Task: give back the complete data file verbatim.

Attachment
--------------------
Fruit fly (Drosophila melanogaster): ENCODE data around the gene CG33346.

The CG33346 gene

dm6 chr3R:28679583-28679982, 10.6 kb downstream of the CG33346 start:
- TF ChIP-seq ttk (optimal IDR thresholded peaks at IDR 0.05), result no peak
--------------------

Fruit fly (Drosophila melanogaster): ENCODE data around the gene CG33346.

The CG33346 gene

dm6 chr3R:28679583-28679982, 10.6 kb downstream of the CG33346 start:
- TF ChIP-seq ttk (optimal IDR thresholded peaks at IDR 0.05), result no peak